There will be prettier games of rugby in this United Rugby Championship campaign, but what the first Interpro of the season lacked in quality, it made up for in tension.

Emotions were high at Thomond Park, five years to the day since the sudden death of head coach and Munster legend Anthony Foley, and marking the occasion with a win - by whatever means - was what mattered most to Munster.

They got there eventually, Diarmuid Barrion the unlikely hero as he squeezed over the line in the 79th minute to draw Munster level, Joey Carbery's conversion sealing a dramatic derby win.

It was a moment of redemption for the out-half, who seven minutes earlier had seen his kick charged down by Man of the Match Jack Carty for a try, a score which looked like it would it would seal a second consecutive Connacht win at Thomond Park.

Conditions didn't help the contest, with several hours of rain in Limerick on Saturday evening, and while it cleared by kickoff, the home side in particular struggled with their handling, which led to a scrappy, nervy derby in front of 17,192 supporters.

The game was barely 90 seconds old before Connacht had the chance to put something on the scoreboard, a clever move off their lineout bringing wing Mack Hansen infield, and after the Australian was finally tackled inside the 22, Beirne's penalty concession allowed Jack Carty to tap over the easiest of penalties.

As the game developed Munster looked the better team, but Carty added a second Connacht penalty on nine minutes when the home side were pinged for going off their feet.

Connacht seemed happy to soak up the pressure, causing Munster trouble on any of their entries to the 22 in the opening quarter. Indeed, they almost had a try on 23 minutes when Mack Hansen crossed the line following an incredible reflex volley and pass from O'Halloran, but the full-back's final pass was forward.

It was a major let off for Munster, but once again they couldn't take advantage of it, turning over possession deep in Connacht territory following a malfunctioning lineout.

The first half had been running at a constant simmer, with several minor scuffles testing the patience of referee Chris Busby, and a high tackle by former Munster man Sammy Arnold on Mike Haley drew the day's first yellow card on 33 minutes.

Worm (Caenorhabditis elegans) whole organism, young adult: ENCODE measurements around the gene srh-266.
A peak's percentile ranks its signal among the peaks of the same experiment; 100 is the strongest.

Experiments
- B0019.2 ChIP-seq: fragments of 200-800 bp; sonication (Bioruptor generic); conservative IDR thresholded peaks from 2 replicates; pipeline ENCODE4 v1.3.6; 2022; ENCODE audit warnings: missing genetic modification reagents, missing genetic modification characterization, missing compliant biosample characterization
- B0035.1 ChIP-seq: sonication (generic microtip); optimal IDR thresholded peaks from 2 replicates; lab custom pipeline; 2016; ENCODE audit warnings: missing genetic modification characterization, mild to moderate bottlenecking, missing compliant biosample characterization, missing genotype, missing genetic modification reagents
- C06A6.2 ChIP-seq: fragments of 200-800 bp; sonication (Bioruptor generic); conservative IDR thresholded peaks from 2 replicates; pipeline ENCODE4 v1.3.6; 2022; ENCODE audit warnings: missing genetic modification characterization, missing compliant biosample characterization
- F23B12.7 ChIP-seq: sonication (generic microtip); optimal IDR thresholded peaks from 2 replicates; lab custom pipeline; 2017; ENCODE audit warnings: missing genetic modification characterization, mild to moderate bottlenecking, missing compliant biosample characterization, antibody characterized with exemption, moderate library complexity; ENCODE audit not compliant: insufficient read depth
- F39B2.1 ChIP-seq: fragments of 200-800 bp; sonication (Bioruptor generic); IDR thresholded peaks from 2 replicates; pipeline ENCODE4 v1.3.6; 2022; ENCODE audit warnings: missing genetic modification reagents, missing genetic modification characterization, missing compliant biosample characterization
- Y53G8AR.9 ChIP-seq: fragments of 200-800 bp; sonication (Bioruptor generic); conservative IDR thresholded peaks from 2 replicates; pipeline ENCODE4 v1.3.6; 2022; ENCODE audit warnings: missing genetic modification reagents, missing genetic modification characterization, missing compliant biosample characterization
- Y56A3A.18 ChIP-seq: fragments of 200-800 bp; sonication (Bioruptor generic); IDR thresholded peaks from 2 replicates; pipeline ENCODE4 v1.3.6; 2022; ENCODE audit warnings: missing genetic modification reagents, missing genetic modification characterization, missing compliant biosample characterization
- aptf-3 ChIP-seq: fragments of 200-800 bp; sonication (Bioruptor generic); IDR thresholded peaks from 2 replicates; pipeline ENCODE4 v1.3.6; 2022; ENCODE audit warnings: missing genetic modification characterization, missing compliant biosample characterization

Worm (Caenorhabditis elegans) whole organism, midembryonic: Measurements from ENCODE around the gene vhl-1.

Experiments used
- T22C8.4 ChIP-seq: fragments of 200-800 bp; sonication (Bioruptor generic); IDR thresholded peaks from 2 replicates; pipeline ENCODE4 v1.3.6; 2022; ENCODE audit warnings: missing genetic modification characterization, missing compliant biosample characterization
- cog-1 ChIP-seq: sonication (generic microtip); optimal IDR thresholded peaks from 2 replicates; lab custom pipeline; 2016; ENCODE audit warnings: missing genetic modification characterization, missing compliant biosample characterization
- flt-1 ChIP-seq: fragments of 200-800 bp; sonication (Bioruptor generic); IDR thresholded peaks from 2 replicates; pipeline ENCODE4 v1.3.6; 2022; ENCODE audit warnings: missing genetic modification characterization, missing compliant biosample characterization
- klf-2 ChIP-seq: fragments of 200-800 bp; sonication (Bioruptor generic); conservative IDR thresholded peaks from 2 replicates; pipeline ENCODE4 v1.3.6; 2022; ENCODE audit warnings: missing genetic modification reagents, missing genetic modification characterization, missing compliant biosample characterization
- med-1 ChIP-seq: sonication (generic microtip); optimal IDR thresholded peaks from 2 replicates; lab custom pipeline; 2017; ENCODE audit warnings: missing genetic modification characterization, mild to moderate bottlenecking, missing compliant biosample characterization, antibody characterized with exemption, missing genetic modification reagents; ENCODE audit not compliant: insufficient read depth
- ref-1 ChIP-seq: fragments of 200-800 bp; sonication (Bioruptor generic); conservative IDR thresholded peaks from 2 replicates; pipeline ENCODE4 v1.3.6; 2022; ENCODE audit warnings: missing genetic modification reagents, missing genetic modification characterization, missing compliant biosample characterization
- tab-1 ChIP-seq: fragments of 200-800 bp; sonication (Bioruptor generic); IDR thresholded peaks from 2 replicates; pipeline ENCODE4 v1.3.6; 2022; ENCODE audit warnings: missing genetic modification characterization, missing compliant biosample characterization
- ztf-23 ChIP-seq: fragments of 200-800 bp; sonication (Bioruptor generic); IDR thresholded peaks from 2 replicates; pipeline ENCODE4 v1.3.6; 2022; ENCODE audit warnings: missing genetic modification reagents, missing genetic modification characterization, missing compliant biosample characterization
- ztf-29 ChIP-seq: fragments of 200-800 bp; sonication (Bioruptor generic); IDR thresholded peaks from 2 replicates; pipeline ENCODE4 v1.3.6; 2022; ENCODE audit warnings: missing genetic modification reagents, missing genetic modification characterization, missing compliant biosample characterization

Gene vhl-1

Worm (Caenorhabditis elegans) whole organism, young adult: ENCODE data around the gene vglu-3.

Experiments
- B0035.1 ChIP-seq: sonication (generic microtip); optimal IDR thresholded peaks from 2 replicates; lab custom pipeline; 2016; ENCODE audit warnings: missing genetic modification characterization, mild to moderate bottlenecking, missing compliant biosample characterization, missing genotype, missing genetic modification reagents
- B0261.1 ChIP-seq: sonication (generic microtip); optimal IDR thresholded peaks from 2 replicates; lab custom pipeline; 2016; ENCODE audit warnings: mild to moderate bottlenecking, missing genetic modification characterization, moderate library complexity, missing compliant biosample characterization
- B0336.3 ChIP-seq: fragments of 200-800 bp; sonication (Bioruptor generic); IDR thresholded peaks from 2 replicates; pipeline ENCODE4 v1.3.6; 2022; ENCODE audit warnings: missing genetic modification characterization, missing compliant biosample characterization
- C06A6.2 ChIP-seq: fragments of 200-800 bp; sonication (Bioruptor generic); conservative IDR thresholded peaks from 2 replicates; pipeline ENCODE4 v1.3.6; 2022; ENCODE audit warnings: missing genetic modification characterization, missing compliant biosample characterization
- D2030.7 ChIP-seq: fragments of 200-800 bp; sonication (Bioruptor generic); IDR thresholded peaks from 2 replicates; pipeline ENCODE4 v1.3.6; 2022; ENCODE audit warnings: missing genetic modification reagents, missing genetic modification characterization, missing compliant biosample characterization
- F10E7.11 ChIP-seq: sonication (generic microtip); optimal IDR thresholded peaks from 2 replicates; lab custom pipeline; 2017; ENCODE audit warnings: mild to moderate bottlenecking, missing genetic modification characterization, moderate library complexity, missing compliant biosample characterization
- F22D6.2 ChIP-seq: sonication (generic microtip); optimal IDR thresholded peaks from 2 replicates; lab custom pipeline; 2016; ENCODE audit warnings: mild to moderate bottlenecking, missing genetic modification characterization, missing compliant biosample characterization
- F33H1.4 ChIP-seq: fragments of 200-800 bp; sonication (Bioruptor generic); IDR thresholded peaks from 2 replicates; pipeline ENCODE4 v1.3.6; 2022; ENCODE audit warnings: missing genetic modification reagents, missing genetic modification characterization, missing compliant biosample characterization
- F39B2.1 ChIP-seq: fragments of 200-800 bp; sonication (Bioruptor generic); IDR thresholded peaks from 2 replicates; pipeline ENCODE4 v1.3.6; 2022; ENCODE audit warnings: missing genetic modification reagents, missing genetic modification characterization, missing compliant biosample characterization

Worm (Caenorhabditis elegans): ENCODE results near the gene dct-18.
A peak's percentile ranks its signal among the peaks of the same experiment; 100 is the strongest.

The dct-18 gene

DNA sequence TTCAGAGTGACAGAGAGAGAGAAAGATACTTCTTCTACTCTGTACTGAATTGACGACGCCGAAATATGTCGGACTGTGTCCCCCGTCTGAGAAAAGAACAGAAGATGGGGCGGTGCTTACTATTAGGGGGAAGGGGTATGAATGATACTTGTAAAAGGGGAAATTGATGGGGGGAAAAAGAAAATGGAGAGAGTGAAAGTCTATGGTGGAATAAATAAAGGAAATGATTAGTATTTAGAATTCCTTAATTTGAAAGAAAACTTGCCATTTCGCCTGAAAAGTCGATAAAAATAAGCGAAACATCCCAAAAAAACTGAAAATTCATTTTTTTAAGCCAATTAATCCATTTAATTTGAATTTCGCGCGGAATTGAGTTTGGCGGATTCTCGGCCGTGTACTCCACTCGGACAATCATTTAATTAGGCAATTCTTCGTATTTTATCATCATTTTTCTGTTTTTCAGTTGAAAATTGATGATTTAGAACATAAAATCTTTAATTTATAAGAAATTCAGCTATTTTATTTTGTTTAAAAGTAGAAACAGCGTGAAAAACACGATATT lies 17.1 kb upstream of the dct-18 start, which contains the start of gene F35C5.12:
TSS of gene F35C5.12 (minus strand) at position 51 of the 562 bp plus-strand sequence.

Following the script of the first half, the momentum was killed with a handling error.

And then, after 38 minutes and 43 seconds of frustration, Munster fired a shot out of nowhere.

After Haley had gained the initial yards on the right side of the pitch, Rory Scannell spotted a pod of heavies on the opposite wing, floating a left footed crossfield kick into the space.

Beirne briefly turned into Bergkamp as he cushioned the ball forward with his left foot, before sending it back out to the wing with his second chip as Cloete touched down.

Replays showed Beirne had been ahead of Scannell for the original kick, but the score stood as Carbery drained the conversion, making it 7-6 as the half time whistle blew.

Somehow Munster were in front. Somehow Connacht were behind.

It looked like it had been a game-changing moment when Munster dominated the early stages of the second half.

However, they had to settle for a Carbery penalty on 49 minutes, following nearly 10 minutes of dogged Connacht defence.

Conceding three points rather than seven was a mini-victory for Connacht, and just three minutes later they had regained their lead.

Winning a penalty close to the Munster line, they opted to tap-and-go, with the Munster defence committing too early, as number eight Paul Boyle somehow found a hole in red wall to score.

Carty's missed conversion made it 11-10 in Connacht's favour, but Munster responded well to regain the lead just before the hour mark, winning a penalty off the back of a strong maul, Carbery splicing the posts from the left side of the pitch.

It was becoming a battle of out-halves, and Carty ousted Carbery on 68 minutes, silencing Thomond Park.

A routine Munster scrum saw the ball make its way to Carbery on his own 22, but the Ireland international was far too casual as he prepared his clearing kick, Carty launching himself into the air to block the ball perfectly, and collecting it on the follow through to run in under the posts.

His simple conversion made is 18-13. Munster had nine minutes to turn it around.

There had been little to suggest they would over those previous 70-odd minutes, but when has that ever stopped Munster?

Camped on the Connacht line for phase after phase, hooker Diarmuid Barron eventually burrowed over the frontline, levelling the game and leaving a chance at redemption for Carbery.

His conversion, midway between the posts and the left touchline, was roared over by the Ballynanty end, a dramatic ending on an emotional night in Limerick.

Munster: Mike Haley; Andrew Conway, Keith Earls, Rory Scannell, Simon Zebo; Joey Carbery, Craig Casey; Dave Kilcoyne, Niall Scannell, John Ryan; Jean Kleyn, Tadhg Beirne; Peter O'Mahony (C), Chris Cloete, Gavin Coombes.

Replacements: Diarmuid Barron, Jeremy Loughman, Stephen Archer, Fineen Wycherley, Jack O'Donoghue, Neil Cronin, Jake Flannery, Dan Goggin.

Connacht: Tiernan O'Halloran; John Porch, Sammy Arnold, Bundee Aki, Mack Hansen; Jack Carty (capt), Caolin Blade; Matthew Burke, Dave Heffernan, Finlay Bealham; Niall Murray, Ultan Dillane; Cian Prendergast, Conor Oliver, Paul Boyle.

Replacements: Shane Delahunt, Greg McGrath, Jack Aungier, Eoghan Masterson, Abraham Papali'i, Kieran Marmion, Jarrad Butler, Tom Daly.

Referee: Chris Busby (IRFU).